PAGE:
Excerpt from ABC Construction Economic Update 3-1-13



As further evidence that the nation’s construction industry continues to struggle, nonresidential construction spending fell 3.3 percent in January, with outlays decreasing to a seasonally adjusted annual rate of $572.1 billion, according to the March 1 report by the U.S. Census Bureau. Year over year, total nonresidential construction spending is up only 0.8 percent (unadjusted for inflation).

Both private and public nonresidential construction spending were down for the month. Private nonresidential construction spending fell 5.1 percent on a monthly basis, but is 4 percent higher compared to one year ago. Public nonresidential construction spending declined 1 percent in January and is 2.7 percent lower than January 2012.

Basu Quote 3-1-13“January’s construction spending decline was particularly alarming because the loss in momentum spread deep into privately financed categories,” said Associated Builders and Contractors Chief Economist Anirban Basu. “In previous months, decreased spending in a number of public spending-oriented sectors like sewage and waste disposal and public safety was roughly counter-balanced by increased spending in intensely private segments, such as power and manufacturing.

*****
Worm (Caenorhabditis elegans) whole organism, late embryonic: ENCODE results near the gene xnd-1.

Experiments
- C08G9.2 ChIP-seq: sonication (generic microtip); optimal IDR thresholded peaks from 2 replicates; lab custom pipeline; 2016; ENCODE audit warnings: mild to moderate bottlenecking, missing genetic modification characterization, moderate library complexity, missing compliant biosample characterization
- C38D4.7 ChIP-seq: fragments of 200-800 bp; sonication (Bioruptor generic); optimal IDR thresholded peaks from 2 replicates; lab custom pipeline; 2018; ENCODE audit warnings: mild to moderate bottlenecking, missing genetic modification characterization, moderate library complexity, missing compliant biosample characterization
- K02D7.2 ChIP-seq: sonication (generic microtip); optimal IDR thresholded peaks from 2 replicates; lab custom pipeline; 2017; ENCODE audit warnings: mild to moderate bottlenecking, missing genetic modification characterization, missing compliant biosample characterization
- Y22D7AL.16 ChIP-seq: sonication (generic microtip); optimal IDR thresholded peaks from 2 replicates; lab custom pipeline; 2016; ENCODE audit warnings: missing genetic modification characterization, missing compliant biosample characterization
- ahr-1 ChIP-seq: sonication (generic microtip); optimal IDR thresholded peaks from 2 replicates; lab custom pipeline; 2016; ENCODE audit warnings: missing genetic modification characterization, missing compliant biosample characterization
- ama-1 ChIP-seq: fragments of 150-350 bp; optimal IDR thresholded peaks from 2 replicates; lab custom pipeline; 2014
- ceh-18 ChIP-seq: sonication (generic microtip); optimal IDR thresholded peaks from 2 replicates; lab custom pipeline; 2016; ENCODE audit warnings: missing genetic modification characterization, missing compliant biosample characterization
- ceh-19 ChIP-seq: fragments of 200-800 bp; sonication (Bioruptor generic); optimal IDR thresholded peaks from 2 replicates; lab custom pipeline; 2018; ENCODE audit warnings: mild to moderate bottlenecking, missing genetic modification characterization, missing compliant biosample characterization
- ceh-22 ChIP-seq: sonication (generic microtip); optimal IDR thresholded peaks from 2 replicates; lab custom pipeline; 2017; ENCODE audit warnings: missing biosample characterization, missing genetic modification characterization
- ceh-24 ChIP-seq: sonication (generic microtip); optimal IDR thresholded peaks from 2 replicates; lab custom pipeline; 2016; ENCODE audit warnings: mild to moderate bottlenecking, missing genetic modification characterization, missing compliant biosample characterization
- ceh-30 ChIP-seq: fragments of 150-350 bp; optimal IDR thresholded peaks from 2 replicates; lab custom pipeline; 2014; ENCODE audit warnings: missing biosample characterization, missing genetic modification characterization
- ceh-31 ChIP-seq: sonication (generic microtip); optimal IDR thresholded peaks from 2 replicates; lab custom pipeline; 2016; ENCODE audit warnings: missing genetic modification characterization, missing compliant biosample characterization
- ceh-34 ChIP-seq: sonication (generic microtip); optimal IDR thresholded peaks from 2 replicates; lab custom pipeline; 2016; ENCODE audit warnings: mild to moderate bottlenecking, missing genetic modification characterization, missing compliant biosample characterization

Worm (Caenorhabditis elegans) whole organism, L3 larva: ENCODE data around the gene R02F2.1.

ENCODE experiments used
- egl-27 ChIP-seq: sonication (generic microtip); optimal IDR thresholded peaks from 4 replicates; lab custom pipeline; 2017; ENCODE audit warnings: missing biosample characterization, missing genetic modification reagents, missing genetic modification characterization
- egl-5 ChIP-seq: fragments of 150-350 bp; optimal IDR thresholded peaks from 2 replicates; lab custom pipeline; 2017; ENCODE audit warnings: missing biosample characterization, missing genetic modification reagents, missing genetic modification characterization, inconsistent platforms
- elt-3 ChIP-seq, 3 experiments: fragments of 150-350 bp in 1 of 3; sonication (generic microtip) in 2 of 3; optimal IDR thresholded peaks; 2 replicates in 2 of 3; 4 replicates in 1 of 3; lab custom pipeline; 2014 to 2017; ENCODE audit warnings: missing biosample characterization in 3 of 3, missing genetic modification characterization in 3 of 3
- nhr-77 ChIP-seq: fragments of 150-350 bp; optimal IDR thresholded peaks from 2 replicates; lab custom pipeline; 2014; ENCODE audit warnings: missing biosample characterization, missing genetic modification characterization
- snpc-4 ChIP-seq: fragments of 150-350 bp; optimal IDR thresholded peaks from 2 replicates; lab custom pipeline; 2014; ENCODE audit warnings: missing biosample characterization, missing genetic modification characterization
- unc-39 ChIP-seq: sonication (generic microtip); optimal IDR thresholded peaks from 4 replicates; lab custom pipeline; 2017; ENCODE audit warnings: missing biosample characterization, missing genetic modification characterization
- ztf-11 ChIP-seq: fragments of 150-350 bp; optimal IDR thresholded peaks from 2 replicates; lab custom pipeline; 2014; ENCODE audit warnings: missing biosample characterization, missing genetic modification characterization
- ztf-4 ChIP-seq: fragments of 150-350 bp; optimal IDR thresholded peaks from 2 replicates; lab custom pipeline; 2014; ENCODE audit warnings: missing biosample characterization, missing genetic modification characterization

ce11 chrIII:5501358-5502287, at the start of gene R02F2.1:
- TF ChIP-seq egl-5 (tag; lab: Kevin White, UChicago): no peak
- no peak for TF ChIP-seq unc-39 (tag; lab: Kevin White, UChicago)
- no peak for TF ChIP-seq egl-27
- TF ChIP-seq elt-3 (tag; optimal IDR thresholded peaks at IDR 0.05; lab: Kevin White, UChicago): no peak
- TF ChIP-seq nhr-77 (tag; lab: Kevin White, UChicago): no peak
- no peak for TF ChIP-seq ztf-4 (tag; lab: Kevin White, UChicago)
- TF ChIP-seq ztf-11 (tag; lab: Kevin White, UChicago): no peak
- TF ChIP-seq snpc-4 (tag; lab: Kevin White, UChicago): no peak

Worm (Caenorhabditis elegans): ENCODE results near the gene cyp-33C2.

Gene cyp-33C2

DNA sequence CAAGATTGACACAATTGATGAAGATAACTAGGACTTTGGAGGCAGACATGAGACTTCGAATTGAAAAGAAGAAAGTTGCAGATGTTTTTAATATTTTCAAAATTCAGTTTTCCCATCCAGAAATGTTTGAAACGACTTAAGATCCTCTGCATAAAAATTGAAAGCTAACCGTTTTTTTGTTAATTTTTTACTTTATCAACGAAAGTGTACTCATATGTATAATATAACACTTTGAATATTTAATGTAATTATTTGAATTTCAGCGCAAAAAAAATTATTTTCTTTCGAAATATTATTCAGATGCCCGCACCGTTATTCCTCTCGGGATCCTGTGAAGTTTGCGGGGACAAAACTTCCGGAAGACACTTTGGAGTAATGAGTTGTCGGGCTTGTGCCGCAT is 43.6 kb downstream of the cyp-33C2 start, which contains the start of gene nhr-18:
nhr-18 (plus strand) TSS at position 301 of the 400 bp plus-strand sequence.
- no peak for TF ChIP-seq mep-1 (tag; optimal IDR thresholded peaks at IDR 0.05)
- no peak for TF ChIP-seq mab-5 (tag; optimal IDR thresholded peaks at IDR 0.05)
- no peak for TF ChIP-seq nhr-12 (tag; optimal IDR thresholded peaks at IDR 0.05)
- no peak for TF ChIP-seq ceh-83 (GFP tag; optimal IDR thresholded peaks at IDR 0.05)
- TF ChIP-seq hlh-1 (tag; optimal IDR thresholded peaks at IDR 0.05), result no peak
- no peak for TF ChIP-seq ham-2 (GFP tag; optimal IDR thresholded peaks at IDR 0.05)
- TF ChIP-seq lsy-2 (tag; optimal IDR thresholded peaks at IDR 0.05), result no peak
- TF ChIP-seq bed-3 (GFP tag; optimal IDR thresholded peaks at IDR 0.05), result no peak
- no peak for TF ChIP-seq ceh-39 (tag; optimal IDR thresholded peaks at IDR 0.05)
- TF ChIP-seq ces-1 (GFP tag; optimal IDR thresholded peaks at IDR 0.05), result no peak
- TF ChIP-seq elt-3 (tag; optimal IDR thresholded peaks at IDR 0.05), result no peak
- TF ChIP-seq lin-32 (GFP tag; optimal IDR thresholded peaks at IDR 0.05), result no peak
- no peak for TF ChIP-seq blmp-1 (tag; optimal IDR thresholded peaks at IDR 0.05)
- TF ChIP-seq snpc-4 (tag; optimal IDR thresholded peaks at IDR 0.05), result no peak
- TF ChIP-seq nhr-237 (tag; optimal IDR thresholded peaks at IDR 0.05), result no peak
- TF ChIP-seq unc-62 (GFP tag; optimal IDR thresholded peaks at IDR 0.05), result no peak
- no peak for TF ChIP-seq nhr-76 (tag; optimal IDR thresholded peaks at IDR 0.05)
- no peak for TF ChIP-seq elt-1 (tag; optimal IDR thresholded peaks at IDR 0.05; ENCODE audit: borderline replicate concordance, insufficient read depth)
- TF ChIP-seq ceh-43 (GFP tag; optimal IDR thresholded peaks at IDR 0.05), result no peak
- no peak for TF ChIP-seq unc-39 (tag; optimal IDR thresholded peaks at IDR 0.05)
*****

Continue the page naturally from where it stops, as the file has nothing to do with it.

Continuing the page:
“That changed in January, with privately financed segments like power and manufacturing reversing course and experiencing substantial monthly declines in construction spending” said Basu. “The upshot is that nonresidential construction spending is virtually unchanged over the past year.

“With the U.S. economy still stumbling to find sustained momentum, there is little reason to expect meaningful acceleration in overall nonresidential construction spending anytime soon,” Basu stated. “In fact, it may be likely that public spending on construction will decline during the months ahead as automatic sequestration takes hold.

“This is not to suggest that there aren’t still bright spots in the U.S. economy,” said Basu. “Several financial markets have been flirting with all-time highs and the housing sector appears to be in the midst of a period of sustained recovery.

“The bottom line is that residential construction is positioned for continued expansion while nonresidential construction will continue to limp along,” said Basu.



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